The Legal Framework for Administering COVID-19 Vaccines
December 17, 2020 | Maggie Davis
After a deadly year, a vaccine to prevent COVID-19 infections is finally here. Earlier this month, the FDA issued an Emergency Use Authorization (EUA) for a COVID-19 vaccine developed by Pfizer/BioNTech and will be considering a similar authorization for a vaccine developed by Moderna later this week.
Anticipating a rapid deployment of COVID-19 vaccines as they are authorized, the CDC developed COVID-19 Vaccination Program Operational Guidance in collaboration with state and local jurisdictions to outline how each jurisdiction will make an authorized vaccine widely available. In addition to the operational plans, there is a legal framework of federal and state laws supporting the distribution and administration of the FDA-authorized vaccines.
Generally, state and territorial legislatures establish the legal scope of practice for health professions. These state laws, while closely aligned with standards established through professional organizations, determine which health professionals are legally authorized to diagnose disease, prescribe medication, or administer certain procedures. Administration of the first doses of the FDA-authorized COVID-19 vaccines is relatively straightforward.
Healthcare personnel and long-term care facility staff and residents have been prioritized to receive the first doses. Because these two groups are connected with a healthcare facility, or partnered with a pharmacy authorized to prescribe and administer the vaccination, the issues discussed below may not be applicable. As the vaccination efforts expand beyond these groups, there are legal mechanisms to both widely prescribe the vaccine and establish which healthcare providers are authorized to administer the vaccine.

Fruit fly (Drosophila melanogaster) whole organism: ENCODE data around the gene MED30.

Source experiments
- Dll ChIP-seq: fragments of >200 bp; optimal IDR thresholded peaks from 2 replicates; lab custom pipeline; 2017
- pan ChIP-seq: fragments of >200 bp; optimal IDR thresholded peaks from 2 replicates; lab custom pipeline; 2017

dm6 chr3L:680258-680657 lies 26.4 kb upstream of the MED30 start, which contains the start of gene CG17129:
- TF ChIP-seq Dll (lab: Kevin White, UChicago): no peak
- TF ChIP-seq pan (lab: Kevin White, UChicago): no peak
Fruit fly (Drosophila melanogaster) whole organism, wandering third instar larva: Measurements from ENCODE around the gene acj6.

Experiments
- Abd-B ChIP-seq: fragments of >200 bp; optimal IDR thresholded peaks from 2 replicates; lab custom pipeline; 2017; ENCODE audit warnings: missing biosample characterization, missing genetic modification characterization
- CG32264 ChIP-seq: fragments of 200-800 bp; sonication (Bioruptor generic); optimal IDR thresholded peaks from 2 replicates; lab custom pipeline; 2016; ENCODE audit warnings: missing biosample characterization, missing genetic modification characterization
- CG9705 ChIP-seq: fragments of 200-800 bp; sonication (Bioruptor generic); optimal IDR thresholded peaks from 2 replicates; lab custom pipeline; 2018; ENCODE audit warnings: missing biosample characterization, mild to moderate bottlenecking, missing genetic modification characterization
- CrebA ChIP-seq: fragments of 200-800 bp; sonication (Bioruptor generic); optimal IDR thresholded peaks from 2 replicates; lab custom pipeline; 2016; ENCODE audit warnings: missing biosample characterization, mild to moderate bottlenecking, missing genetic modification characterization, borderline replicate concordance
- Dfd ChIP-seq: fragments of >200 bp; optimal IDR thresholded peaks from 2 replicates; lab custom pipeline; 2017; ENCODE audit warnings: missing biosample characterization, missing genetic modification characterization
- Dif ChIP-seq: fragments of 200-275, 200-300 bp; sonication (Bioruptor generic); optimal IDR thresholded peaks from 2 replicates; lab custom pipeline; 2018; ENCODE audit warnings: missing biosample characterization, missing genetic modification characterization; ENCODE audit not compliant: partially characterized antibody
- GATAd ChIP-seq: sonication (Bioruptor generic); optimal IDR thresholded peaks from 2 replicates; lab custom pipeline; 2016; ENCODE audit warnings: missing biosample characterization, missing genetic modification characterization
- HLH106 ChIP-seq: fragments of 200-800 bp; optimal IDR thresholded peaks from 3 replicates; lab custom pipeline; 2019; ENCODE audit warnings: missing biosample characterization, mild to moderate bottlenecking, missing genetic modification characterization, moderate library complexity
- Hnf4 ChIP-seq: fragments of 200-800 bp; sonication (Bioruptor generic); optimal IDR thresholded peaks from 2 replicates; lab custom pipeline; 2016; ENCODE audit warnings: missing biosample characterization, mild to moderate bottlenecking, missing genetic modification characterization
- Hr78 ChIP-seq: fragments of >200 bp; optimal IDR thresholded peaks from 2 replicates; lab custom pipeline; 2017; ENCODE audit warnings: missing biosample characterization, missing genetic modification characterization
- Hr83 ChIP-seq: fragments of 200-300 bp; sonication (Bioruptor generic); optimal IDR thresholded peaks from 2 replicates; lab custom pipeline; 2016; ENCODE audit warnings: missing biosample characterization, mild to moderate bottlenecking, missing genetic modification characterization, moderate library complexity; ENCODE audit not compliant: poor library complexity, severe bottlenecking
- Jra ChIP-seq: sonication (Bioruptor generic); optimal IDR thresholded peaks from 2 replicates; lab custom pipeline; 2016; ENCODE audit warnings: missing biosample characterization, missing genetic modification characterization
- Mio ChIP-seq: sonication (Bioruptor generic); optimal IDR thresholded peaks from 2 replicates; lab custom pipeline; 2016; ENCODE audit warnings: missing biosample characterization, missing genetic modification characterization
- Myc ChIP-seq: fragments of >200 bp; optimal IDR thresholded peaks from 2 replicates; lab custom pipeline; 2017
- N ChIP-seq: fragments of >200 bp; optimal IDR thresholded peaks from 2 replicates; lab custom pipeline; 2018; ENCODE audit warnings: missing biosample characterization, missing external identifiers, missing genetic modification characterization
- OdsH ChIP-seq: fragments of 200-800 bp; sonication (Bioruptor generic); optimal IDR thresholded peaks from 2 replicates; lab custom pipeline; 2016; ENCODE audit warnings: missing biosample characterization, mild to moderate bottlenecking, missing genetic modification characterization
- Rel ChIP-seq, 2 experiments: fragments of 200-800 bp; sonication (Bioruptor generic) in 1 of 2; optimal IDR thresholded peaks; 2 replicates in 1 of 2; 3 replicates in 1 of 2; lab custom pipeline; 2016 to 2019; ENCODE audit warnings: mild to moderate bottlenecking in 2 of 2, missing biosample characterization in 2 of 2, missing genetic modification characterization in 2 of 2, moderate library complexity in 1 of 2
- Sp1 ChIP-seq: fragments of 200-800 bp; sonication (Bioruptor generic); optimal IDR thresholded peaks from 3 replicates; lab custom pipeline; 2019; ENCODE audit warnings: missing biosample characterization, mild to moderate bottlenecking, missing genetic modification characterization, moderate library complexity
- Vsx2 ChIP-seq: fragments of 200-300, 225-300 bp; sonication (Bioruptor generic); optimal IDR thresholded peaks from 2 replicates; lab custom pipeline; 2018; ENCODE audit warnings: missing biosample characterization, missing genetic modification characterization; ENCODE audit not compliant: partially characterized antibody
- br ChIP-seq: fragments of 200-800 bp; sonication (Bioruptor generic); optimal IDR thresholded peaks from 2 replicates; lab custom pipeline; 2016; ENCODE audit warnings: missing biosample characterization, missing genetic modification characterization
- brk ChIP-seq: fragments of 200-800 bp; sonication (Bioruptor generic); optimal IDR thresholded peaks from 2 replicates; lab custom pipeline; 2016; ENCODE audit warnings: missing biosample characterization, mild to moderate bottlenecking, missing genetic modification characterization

Who Has Authority to Vaccinate? It Depends on the State
The authority to prescribe medication usually rests with a state licensed physician, although in recent years many states have expanded some prescribing authority to state-licensed advanced practice registered nurses and state-licensed pharmacists. Typically, prescriptions are tailored to an individual patient that has been evaluated by a medical professional with prescribing authority. For vaccinations—which are most successful when widely available to the intended populations—the prescription authority is often granted through a standing order rather than an individual prescription.
A standing order is a set of protocols establishing what groups of people should receive a vaccine, how to determine the appropriate vaccine based on patient needs, specific procedures for administer the vaccine, documentation requirements, how to manage medical emergencies related to the vaccine administration, and reporting of possible adverse events following the vaccination. The CDC has created a model standing order for the Pfizer/BioNTech vaccine that the medical director of a healthcare facility may use.